Former Clemson Tiger Bryson Nimmer aims high and shoots straight

Don’t sleep on Bryson Nimmer.

Sure, he may not be a big name — or a big guy. At 5 feet, 8 inches and 165 pounds, he’s hardly a physical juggernaut like that other Bryson in golf. You know, the one who is clearing fences and breaking the 400-yard barrier with some regularity. Nimmer understands the appeal, but that’s just not his style.

“I don’t know if my game’s necessarily the most exciting,” he admitted with a laugh. “I don’t hit it super far. I think that’s kind of the big thing nowadays. You know, everybody gets really excited about guys who hit it crazy far, and rightfully so. I mean, it’s a really cool thing to be able to do.”

Nimmer is fairly average in terms of driving distance, but he has accuracy: the 23-year old consistently hits his driver straight down the middle. He has a solid iron game and he says his putting has improved by leaps and bounds over the past four months.

The result so far? Two wins and a second-place finish this year on the brand new LOCALiQ Tour. Nimmer sits atop that tour’s leaderboard, with 1,419 points and a sizable lead on next-best player Carson Young (who has 747.967). He will be among the favorites going into next month’s LOCALiQ Series Championship in Atlanta, Georgia.

So who is this Bryson Nimmer anyway?

From Home Runs to Tee Shots

Golf was not Nimmer’s first passion. The Bluffton, South Carolina, native started out playing baseball as a pitcher and a third baseman. As a young boy, Nimmer learned how to throw a knuckle-curve: a deceptive and unpredictable pitch that rarely sees action in professional baseball. At 13 years old, he was throwing in the low-70 mph range. That was also when he traded his bat and glove for a set of clubs.

As the son of a former Clemson University golfer, Nimmer grew up visiting courses and driving ranges with his dad Tony. Over time, he fell in love with golf because he could practice at his own pace and on his own schedule. It wasn’t easy relinquishing baseball on the cusp of adolescence, but Nimmer does not regret doing so. He also praises his dad for granting him the freedom to choose his sport.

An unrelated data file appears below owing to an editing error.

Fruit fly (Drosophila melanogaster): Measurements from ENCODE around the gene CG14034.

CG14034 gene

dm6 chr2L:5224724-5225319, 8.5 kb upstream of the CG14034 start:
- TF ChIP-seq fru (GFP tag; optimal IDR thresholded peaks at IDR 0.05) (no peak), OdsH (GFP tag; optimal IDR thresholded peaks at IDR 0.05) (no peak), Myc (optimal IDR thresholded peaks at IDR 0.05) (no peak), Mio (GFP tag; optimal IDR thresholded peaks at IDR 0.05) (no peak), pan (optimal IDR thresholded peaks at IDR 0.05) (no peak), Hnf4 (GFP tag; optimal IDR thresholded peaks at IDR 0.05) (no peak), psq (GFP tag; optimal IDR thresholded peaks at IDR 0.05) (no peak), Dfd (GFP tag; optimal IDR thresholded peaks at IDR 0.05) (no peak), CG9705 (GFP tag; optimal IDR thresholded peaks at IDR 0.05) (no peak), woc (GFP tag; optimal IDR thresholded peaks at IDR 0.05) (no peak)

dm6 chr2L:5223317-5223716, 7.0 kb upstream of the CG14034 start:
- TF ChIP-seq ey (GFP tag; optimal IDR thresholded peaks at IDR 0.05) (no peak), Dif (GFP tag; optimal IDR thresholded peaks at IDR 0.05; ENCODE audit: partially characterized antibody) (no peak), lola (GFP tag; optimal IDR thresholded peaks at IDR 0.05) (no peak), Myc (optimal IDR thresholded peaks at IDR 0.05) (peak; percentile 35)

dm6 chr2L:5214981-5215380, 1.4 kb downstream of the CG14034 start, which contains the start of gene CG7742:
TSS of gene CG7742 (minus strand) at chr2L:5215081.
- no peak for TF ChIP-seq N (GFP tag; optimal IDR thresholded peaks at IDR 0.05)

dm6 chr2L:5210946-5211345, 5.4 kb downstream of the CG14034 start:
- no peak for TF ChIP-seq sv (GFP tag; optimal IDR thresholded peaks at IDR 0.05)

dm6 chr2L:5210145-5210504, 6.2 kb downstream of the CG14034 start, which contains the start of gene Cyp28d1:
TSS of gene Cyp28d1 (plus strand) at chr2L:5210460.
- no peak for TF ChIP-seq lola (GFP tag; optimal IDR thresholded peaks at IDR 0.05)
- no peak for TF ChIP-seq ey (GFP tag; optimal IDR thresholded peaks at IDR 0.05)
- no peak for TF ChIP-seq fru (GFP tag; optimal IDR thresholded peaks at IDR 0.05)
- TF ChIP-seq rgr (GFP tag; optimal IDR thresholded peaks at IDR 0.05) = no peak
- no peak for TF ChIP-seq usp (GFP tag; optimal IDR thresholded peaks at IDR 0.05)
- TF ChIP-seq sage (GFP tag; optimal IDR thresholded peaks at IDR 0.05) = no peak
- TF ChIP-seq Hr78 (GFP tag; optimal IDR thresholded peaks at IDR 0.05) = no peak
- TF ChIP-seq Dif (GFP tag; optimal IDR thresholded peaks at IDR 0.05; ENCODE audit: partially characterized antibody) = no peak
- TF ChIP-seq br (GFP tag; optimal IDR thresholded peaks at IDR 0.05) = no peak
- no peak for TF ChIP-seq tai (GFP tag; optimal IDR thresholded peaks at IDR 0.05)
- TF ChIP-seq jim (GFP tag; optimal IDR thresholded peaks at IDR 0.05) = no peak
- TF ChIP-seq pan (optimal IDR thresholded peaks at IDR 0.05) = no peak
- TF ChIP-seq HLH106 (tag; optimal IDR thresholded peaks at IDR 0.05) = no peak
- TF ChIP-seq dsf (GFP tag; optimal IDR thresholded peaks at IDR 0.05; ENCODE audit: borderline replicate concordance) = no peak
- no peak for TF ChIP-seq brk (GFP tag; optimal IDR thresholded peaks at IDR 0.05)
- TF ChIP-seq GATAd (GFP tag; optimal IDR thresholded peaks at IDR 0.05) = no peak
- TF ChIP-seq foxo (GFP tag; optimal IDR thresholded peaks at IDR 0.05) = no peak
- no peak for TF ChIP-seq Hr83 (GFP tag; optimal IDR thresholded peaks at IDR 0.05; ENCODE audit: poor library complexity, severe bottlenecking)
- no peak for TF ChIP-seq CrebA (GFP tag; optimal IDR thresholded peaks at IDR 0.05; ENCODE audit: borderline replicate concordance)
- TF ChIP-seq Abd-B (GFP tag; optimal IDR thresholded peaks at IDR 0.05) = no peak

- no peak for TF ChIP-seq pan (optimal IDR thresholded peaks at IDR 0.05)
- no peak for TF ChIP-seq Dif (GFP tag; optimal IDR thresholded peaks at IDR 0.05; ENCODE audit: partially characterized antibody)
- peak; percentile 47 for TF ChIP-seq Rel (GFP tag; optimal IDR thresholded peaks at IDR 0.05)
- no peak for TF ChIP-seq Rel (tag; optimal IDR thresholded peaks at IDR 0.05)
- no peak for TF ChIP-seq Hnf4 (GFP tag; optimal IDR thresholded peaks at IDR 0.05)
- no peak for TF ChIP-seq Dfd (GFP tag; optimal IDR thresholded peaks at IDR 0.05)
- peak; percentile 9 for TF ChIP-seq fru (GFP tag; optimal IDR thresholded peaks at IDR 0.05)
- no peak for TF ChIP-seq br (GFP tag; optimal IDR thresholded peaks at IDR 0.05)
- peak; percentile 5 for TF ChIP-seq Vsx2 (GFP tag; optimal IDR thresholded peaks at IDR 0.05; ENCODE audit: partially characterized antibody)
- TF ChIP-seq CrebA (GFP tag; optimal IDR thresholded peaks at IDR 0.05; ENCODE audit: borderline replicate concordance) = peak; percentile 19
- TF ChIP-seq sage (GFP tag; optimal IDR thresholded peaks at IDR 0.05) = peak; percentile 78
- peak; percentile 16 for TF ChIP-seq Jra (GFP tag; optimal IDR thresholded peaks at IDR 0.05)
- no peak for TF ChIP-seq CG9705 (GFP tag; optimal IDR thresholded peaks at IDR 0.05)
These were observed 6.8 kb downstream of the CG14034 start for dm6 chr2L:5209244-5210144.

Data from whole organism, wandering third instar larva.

“I really can’t thank him enough,” Nimmer said of his father. “He did such a good job, as I’ve said before, with not forcing me into the sport. That was a really big thing, the fact that he didn’t say ‘you have to play golf’ or ‘you have to do this’. He just kind of let me decide.”

Anyone who has watched both baseball and golf may have thought to themselves that a baseball swing appears reminiscent of a golf shot, and vice versa. Nimmer learned to develop lower-body explosiveness and rotational power during his Little League days and was able to transfer those mechanics smoothly to his golf game.

Teenage Nimmer honed his craft at the local Berkeley Hall Golf Club, where his parents had a membership. He first broke

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By: David Song
Title: Former Clemson Tiger Bryson Nimmer aims high and shoots straight
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Published Date: Tue, 20 Oct 2020 15:00:19 +0000

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